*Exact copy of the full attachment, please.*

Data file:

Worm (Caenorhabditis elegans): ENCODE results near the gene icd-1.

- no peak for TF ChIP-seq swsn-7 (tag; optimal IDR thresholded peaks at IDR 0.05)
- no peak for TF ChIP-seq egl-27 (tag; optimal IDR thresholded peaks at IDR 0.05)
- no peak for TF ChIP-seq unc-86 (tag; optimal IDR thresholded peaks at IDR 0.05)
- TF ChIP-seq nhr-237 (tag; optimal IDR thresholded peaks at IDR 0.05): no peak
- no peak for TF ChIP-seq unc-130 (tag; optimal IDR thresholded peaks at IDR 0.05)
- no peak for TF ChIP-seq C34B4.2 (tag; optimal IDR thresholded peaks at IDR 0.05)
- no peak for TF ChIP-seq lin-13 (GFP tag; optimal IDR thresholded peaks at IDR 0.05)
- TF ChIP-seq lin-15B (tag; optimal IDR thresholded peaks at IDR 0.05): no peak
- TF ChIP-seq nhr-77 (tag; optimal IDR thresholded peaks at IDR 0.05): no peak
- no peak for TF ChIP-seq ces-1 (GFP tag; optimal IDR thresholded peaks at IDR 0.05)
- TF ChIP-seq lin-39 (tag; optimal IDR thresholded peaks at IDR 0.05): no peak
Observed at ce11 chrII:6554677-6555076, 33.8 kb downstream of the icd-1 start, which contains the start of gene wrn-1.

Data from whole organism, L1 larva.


Worm (Caenorhabditis elegans): ENCODE results near the gene icd-1.

- no peak for TF ChIP-seq swsn-7 (tag; optimal IDR thresholded peaks at IDR 0.05)
- no peak for TF ChIP-seq egl-27 (tag; optimal IDR thresholded peaks at IDR 0.05)
- no peak for TF ChIP-seq unc-86 (tag; optimal IDR thresholded peaks at IDR 0.05)
- TF ChIP-seq nhr-237 (tag; optimal IDR thresholded peaks at IDR 0.05): no peak
- no peak for TF ChIP-seq unc-130 (tag; optimal IDR thresholded peaks at IDR 0.05)
- no peak for TF ChIP-seq C34B4.2 (tag; optimal IDR thresholded peaks at IDR 0.05)
- no peak for TF ChIP-seq lin-13 (GFP tag; optimal IDR thresholded peaks at IDR 0.05)
- TF ChIP-seq lin-15B (tag; optimal IDR thresholded peaks at IDR 0.05): no peak
- TF ChIP-seq nhr-77 (tag; optimal IDR thresholded peaks at IDR 0.05): no peak
- no peak for TF ChIP-seq ces-1 (GFP tag; optimal IDR thresholded peaks at IDR 0.05)
- TF ChIP-seq lin-39 (tag; optimal IDR thresholded peaks at IDR 0.05): no peak
Observed at ce11 chrII:6554677-6555076, 33.8 kb downstream of the icd-1 start, which contains the start of gene wrn-1.

Data from whole organism, L1 larva.